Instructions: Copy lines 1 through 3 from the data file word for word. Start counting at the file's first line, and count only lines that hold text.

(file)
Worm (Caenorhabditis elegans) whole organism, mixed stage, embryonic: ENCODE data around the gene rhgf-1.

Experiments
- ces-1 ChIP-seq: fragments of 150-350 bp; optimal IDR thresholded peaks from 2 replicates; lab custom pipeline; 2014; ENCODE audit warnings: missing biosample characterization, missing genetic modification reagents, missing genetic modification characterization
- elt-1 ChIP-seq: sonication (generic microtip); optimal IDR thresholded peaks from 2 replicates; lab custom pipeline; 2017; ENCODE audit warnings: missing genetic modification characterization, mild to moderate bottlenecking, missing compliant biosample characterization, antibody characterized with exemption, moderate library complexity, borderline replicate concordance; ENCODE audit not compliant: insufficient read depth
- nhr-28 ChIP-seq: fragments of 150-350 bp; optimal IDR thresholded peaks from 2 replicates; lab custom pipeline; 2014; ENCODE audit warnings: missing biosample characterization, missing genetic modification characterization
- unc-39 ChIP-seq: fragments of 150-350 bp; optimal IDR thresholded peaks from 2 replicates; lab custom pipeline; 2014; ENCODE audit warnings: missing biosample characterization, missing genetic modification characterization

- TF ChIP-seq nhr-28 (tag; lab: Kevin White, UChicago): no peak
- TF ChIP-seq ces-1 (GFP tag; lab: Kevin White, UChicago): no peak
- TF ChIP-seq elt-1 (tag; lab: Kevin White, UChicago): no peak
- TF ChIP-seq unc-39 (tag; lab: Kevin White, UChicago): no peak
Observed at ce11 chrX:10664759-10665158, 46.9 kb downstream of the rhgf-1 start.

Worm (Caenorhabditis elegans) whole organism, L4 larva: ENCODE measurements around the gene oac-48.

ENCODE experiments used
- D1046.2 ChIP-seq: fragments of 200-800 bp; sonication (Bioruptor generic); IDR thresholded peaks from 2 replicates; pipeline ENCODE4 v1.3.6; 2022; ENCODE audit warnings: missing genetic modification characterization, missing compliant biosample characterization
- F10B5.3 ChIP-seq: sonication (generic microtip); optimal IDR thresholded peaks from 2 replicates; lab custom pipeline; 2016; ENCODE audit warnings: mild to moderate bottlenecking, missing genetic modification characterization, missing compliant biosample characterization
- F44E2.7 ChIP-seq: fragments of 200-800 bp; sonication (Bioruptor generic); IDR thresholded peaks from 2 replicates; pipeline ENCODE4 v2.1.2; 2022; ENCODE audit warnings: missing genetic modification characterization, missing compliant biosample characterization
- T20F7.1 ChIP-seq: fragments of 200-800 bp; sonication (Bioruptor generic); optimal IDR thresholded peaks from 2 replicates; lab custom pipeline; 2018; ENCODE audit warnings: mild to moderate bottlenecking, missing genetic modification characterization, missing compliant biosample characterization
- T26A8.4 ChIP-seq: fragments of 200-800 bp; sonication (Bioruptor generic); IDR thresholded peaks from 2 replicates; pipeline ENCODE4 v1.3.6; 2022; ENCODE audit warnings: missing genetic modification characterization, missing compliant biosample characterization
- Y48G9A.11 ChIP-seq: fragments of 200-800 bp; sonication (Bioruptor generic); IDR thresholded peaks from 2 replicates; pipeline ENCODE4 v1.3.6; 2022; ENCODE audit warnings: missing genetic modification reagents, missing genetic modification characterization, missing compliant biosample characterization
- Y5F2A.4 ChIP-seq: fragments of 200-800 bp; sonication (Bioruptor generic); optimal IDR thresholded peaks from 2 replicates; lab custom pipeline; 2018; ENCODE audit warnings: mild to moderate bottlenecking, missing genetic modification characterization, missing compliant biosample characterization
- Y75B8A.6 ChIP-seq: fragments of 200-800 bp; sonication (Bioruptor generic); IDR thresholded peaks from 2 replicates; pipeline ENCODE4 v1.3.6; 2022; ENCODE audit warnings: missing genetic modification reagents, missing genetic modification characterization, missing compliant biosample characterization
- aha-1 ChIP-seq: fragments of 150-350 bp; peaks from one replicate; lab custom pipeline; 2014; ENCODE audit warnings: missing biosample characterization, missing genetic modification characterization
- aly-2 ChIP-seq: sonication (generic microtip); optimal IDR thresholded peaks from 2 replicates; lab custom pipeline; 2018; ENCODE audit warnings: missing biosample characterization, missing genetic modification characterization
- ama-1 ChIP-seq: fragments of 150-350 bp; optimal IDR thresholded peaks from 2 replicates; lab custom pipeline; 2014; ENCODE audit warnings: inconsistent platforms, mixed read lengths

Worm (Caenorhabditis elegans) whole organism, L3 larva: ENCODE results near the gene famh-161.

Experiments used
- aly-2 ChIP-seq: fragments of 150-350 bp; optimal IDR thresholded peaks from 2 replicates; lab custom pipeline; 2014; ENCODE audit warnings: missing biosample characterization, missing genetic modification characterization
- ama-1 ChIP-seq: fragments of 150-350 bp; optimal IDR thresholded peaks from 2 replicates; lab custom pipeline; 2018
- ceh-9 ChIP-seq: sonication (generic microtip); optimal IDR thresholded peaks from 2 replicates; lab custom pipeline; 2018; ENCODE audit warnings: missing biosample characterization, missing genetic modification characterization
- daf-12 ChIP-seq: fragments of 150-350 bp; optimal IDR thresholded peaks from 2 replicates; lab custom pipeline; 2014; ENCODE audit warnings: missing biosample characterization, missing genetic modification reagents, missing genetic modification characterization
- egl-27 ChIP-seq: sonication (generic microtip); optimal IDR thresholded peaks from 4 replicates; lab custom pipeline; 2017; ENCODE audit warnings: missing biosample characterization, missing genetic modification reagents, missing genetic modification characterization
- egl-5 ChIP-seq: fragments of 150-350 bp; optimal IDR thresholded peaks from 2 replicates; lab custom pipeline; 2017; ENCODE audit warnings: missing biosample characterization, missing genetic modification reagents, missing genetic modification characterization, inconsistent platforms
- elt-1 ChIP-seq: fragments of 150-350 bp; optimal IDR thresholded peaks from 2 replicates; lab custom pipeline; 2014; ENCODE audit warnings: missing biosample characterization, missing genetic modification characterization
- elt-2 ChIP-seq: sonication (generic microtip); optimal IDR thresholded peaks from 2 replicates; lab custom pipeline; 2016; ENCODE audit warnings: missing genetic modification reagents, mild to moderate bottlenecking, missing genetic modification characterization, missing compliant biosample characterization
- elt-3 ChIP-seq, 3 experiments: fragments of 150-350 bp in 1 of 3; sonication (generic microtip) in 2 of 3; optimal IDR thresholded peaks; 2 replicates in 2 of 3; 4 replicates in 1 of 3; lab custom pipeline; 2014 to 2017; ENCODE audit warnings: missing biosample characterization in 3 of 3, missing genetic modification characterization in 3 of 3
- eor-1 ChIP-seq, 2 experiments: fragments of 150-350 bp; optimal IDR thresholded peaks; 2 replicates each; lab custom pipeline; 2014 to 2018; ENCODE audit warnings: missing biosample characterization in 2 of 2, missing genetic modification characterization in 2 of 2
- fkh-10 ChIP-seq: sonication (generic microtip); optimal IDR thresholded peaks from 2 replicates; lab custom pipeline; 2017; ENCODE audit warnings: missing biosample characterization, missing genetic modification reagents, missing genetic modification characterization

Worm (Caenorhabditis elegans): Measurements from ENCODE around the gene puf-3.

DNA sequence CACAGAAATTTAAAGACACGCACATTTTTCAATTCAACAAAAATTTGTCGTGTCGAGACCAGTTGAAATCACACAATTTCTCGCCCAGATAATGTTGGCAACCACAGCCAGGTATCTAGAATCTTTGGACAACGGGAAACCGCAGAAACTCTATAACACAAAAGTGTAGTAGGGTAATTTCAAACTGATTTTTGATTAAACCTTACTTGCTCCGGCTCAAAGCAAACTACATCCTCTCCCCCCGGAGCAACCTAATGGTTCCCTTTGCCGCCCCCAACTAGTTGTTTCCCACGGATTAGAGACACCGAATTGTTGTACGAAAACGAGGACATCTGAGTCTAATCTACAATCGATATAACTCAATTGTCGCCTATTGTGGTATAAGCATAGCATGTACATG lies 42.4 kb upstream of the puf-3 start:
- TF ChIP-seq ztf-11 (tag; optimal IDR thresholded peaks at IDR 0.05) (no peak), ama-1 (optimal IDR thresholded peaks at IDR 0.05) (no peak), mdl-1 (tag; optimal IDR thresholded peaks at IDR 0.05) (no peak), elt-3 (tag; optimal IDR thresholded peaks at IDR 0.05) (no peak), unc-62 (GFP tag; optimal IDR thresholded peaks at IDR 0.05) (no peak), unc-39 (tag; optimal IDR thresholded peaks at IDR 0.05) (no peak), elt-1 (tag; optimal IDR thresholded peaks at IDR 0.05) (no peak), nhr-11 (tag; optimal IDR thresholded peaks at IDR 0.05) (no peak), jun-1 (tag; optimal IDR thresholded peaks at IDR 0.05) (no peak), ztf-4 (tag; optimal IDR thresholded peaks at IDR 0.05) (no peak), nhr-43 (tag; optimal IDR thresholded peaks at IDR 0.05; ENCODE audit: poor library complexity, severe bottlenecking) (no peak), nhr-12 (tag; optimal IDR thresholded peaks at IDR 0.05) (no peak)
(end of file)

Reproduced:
Worm (Caenorhabditis elegans) whole organism, mixed stage, embryonic: ENCODE data around the gene rhgf-1.

Experiments
- ces-1 ChIP-seq: fragments of 150-350 bp; optimal IDR thresholded peaks from 2 replicates; lab custom pipeline; 2014; ENCODE audit warnings: missing biosample characterization, missing genetic modification reagents, missing genetic modification characterization